Even from the days of the original release this was a common problem that various modelers found their own ways around, be it tightening the finger joints, making custom hands, or straight-up gluing the cannon into the hand (which I actually did with my Ver. Ka. back in the day).
Simply put, Katoki’s fetish for giant guns more or less turned against the general Guntoka populace, as Wing literally can’t hold its gun up. The weight is too much for both the fingers and the wrist joints to bear, so it starts sagging hardcore and eventually just drops out of its grasp.
The actual arms themselves also sag under the weight, and even holding the arm at its side with the cannon is nigh-impossible. It needs another base of support other than the one arm, and more often than not it’ll be the floor.
Getting Wing to wield it requires some extraordinary dark magic powers, but it certainly can be done.
The weapon itself is extremely unwieldy and impractical to begin with though; is a barrel of that length really necessary?
But those are really Wing’s main problems in a nutshell. Moving on…
The suit does come with a pair of spare ammo packs that I’m fairly certain also double as landing gear in Bird mode.
The reason for this is that the suit expends one of those e-caps per shot, much like the Unicorn Gundam. Naturally, for such a large consumption, the shots are godly powerful. Either way, this means the Wing Gundam has a maximum of 9 shots per sortie, so the ammo packs are rather essential.
They do attach to the forearms, but can be rather clunky and get in the way of movement. Not to mention they clip in between the stupidly fragile-looking claws.
Mine were painted by hand with acrylic Gunmetal paint; the original plastic color was actually a dark blue/off black.
The Wing’s only real on-board weapons: a pair of machine vulcans next to the head. I always thought these were a cool gimmick. Naturally you don’t really get much head articulation when they’re open.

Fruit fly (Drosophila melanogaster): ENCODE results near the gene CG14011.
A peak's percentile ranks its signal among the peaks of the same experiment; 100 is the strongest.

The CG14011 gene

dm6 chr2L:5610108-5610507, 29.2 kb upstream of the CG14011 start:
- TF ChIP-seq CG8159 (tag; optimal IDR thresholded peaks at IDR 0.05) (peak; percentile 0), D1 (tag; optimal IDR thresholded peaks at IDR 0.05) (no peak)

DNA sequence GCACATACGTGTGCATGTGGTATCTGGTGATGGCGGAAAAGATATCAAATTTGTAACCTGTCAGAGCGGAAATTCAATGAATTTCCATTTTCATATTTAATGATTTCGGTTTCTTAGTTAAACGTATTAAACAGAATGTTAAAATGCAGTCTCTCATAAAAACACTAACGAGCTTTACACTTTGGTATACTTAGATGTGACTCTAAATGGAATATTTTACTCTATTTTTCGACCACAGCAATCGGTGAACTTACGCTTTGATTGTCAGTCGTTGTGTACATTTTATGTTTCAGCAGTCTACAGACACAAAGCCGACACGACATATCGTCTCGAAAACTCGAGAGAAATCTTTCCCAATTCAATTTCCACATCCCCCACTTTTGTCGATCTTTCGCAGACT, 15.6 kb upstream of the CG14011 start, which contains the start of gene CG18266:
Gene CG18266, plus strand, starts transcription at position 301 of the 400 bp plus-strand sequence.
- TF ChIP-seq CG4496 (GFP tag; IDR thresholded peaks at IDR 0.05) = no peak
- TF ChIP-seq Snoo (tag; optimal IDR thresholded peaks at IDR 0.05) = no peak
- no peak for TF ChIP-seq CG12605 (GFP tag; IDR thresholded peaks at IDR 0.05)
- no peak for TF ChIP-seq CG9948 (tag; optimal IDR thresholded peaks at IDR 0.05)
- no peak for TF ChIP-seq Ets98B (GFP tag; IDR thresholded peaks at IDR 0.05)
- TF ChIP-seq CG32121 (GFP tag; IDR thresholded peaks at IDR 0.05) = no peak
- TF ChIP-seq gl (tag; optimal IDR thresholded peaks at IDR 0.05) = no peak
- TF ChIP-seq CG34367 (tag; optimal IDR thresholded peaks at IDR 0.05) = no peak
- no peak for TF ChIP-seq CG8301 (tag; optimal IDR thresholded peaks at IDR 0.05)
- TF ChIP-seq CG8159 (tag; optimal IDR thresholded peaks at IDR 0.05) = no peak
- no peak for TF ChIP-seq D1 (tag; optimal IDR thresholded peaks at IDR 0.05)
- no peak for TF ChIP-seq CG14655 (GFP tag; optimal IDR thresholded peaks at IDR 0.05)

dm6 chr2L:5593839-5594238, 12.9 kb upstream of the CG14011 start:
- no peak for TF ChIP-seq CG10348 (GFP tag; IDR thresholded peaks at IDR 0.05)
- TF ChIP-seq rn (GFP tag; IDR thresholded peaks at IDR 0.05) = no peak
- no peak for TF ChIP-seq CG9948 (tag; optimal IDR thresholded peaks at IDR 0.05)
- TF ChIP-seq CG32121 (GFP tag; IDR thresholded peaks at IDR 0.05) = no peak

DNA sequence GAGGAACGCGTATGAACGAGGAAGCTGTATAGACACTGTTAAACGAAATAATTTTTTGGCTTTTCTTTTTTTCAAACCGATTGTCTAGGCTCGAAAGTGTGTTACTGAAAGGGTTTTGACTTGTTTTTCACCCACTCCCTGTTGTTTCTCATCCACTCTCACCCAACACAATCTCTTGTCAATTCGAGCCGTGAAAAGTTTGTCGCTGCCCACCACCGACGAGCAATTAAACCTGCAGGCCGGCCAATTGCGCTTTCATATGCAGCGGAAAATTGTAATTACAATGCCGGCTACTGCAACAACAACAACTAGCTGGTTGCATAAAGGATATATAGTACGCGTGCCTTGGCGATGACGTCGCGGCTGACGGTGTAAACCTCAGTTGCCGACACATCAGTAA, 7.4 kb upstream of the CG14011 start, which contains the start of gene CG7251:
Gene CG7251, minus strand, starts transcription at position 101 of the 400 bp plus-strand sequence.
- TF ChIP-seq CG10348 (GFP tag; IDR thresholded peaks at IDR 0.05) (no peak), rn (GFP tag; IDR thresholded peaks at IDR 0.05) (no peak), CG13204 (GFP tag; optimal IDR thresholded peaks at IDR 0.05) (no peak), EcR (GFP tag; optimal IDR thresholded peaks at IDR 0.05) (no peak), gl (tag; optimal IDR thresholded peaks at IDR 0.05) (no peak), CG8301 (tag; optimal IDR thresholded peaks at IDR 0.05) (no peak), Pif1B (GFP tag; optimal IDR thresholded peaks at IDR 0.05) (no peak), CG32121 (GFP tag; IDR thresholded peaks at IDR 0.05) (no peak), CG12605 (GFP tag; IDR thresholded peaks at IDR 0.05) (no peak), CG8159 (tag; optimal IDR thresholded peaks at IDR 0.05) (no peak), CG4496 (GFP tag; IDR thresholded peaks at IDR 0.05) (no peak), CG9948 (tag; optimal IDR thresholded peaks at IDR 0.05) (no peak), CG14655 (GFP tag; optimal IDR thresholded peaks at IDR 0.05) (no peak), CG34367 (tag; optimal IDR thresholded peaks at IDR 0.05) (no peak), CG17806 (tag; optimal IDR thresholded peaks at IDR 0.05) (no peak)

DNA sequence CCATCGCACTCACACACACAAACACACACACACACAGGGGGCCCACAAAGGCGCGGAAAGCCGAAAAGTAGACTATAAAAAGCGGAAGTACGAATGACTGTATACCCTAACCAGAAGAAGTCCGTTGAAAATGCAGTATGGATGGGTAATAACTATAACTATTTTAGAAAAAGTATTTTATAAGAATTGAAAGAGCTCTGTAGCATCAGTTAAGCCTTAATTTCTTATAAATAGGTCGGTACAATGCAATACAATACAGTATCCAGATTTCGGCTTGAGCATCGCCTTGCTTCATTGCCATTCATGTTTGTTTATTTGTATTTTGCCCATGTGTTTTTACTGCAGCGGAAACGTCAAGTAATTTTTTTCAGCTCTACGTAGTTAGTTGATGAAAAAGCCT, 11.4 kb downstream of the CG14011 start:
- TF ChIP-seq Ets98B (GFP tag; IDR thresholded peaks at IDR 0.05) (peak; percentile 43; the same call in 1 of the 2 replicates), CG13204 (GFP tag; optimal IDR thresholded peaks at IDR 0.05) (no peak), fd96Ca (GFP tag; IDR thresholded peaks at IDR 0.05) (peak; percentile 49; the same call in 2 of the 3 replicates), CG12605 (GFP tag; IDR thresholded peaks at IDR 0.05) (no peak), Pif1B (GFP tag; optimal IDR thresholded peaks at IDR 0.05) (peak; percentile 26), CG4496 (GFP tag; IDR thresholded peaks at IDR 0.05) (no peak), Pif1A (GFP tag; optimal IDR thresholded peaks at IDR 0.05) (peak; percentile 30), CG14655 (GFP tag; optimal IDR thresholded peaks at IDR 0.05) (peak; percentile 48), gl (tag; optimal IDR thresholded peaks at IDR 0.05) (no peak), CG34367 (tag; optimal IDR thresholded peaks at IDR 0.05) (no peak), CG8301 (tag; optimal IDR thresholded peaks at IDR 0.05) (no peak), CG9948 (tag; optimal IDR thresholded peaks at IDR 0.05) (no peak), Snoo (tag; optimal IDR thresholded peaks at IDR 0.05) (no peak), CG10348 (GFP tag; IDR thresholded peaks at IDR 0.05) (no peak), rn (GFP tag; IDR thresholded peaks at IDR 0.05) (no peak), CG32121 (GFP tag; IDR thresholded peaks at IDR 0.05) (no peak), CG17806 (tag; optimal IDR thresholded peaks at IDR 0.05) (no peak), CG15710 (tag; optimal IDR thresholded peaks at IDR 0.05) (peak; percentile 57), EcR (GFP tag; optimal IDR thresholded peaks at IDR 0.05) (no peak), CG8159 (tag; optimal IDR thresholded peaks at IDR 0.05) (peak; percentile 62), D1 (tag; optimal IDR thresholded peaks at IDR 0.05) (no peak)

Reaching into that shield…
Saber-action time, baby.
Yeah, the single beam saber handle this suit sports is stored inside the shield. Nothing fancy, just plugs right in there with no fuss or muss. Must be hell if you manage to lose your shield in battle though; your only melee weapon goes right along with it.
Quick view of the shield itself. I like the design, personally, and don’t be fooled – it may be ‘pla, but that tip is sharp.
Back to more beam saber action.
You get two beam effects with the kit, though only one hilt, so the other can be relegated for any other kit in need of extra beams.
Wing also doesn’t use the usual peg-in palm and weapon system. The beam saber literally just sits in the hand, and is actually prone to falling out if gravity works against it. Which means under-handed slashes are a no-go.
And naturally, Wing Gundam’s traditionally always been a transformable suit, so Bird Mode is an integral feature.
Transformation is basic, nothing too complex. I’m fairly certain one can figure it out using nothing but the source image alone; the instructions aren’t really needed.
The shield and giant cannon clamp onto the front to form Wing Gundam’s nosecone section, and in the end, that adds quite a bit of length to the Bird Mode.
Overall the MG Wing Gundam itself is a fair kit – not gonna lie, it doesn’t have much play value due to the extremely loose joints and unwieldy cannon, but I can definitely say it looks fair on the shelf. Given how dated it also is, I’d say the upcoming MG Wing Zero or the Wing TV Ver. is a better shot.
I did really only covet this kit for its role in filling the last hole in my EW collection though, and it does that job rather finely, so I can’t complain about much.